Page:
And as Michael Occleshaw already concluded the third fly in the ointment, therefore, was the now full-fledged and non-negotiable opposition of the Bolsheviks to Allied occupation of any part of their country. That third fly led inevitably to the following questions: If the Bolsheviks opposed Allied intervention, but the Allies thought intervention necessary in order to reorganize an Eastern Front and defeat Germany, then must not the Allies oppose the Bolsheviks? Must not they do what they could to aid Russia’s anti-Bolsheviks? For men in London and Paris who had no sympathy with Bolshevism, to begin with, the answers were obvious.2
When the Bolsheviks changed their minds about scuttling Russia’s Baltic fleet, and the Allies changed their minds about waiting for an invitation to occupy the three ports and invaded anyway (in Vladivostok and Murmansk, not yet in Archangel), it split those that had opposed uninvited Allied intervention, and those that wanted it to be in co-operation with the Bolsheviks. In his heart, Lockhart believed the latter arguments too, but he had begun to waver. Denis Garstin (who knew Russia from before the war) had written the previous year that “England needs Russia just as much as Russia needs England”; who in February 1918 had found the Bolshevik feminist Alexandra Kollentai “charming . . . she bowled me over”; and who still judged Lenin to be “the biggest force I’ve ever felt in my life,” nevertheless, had begun to waver too: “If you look at what the Bolsheviks want to do you feel sympathetic,” he wrote, “but if you look at what they’ve done, you’re dead against them.”3
The not quite like-but similarly-minded Ransome summarized their argument in a pamphlet which he wrote at white-hot speed for the Red Cross colonel to bring with him: On Behalf of Russia: An Open Letter to America.4
On May 14, Raymond Robins set out from Moscow via the Siberian Railway, with the pamphlet, Lenin’s blessing, and the Bolshevik leader’s signed laissez-passer to speed his train.5 He carried, too, Lenin’s invitation to the American government to dispatch an Economic Commission to his country to explore trade possibilities. He reached Vladivostok in good time and in good spirits, although noting the Allied occupation of the port with disapproval, and sailed for home on June 2. “The headlands of Asia fade from view,” he wrote in his diary that night; “the only sound is the sweep of the surging sea, the stars shine out, the way ahead is blue-black, and the Russian tale is told and I have had my day!!!”
When the Red Cross colonel arrived in America he met with senators, cabinet ministers, labor leaders, and other leading figures, and experienced a rude shock. Almost everyone in the US disapproved of his message. The president, upon whom he pinned his hopes, remained inaccessible and silent while advocates of intervention in Russia worked on him. Finally, on August 4, Wilson let it be known that Japanese forces could march east after all, so long as US troops accompanied them. He made no mention of Lenin’s invitation concerning Russo-American trade. “The long trail is ended,” a bitter Robins finally admitted to himself in his diary. “So finishes the great adventure.”6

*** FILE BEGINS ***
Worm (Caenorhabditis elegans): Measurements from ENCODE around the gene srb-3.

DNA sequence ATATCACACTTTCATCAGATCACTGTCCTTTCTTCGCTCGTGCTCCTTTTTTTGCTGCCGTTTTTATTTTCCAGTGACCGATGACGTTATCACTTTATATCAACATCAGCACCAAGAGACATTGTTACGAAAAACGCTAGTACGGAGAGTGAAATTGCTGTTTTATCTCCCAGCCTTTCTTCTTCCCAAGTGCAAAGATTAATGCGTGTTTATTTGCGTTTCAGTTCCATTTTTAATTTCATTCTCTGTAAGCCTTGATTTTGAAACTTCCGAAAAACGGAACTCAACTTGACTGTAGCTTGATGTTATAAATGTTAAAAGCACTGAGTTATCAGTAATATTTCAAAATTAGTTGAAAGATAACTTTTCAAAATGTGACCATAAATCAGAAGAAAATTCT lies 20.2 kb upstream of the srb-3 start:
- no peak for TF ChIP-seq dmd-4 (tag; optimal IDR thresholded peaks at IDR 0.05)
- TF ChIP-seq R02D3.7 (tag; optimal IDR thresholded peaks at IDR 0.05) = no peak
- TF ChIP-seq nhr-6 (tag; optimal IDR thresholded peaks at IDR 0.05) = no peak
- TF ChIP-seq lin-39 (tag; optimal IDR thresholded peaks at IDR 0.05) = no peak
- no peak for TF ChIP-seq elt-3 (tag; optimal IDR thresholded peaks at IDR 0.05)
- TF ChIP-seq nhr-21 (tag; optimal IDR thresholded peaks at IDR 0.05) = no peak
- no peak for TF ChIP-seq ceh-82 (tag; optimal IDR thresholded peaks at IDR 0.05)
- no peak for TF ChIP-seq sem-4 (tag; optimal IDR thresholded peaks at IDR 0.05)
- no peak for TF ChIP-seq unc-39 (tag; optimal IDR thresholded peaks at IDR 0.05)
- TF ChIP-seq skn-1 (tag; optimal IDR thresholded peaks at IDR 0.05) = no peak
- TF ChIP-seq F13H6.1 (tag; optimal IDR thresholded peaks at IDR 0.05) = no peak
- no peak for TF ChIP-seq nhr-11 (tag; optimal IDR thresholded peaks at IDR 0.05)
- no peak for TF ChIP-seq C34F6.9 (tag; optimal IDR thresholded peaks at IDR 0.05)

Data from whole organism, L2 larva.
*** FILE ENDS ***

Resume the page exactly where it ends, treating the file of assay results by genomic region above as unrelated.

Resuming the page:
As for Lockhart and the remainder of his group back in Russia, it was full speed ahead for intervention now. Garstin first put into words to Whitehall the plan they had begun to contemplate. On May 10, the young captain reported by a cable that he had just “been approached secretly by two large organizations of old army.” They promised to mobilize near Nizhnii Novgorod, east of Moscow as soon as the Allies took Vologda and secured the railheads of the Archangel and Siberian Railways. Then they would launch the counter-revolution. That he and Lockhart had weighed and decided they approved of the offer before sending it seems evident, since Garstin recommended that London dispatch the same number of Allied troops from Archangel to Vologda as Lockhart had suggested in earlier telegrams: “at least two divisions.”7
Garstin was dabbling in counter-revolution here.8 So was Captain Francis Cromie, the man once celebrated for his ability to reconcile Bolshevik sailors and their Tsarist officers and now scheming to destroy Russia’s Baltic fleet. And so too was Britain’s previous leading champion of Anglo-Bolshevik cooperation, Robert Bruce Lockhart. No doubt they both shared Garstin’s reservations about the Bolsheviks. But the truth is that, also, all three of them believed that in conspiring against the regime they were doing what the British government wanted them to do. And this was decisive. And instead of the dovish, more sober Robins and Ransome, they consulted with men who had been in the counter-revolutionary camp all along.
Of these, three Allied diplomats would become most influential with them. One was the American Consul General in Moscow, DeWitt Clinton Poole (no relation to the British General Poole). Laconic and dry, thin and middle-aged, flinty, and duplicitous, this New Englander had established contact with anti-Bolsheviks shortly after the October Revolution. He now oversaw the spy ring, which he disarmingly termed an information gathering service, run by his chief lieutenant, Xenophon Kalamatiano.9 Poole had no reservations about what he and Kalamatiano were up to. Like Sidney Reilly, he perceived the struggle with the Bolsheviks in Manichean terms: “we who were on the spot saw clearly that they were anti-civilization.”10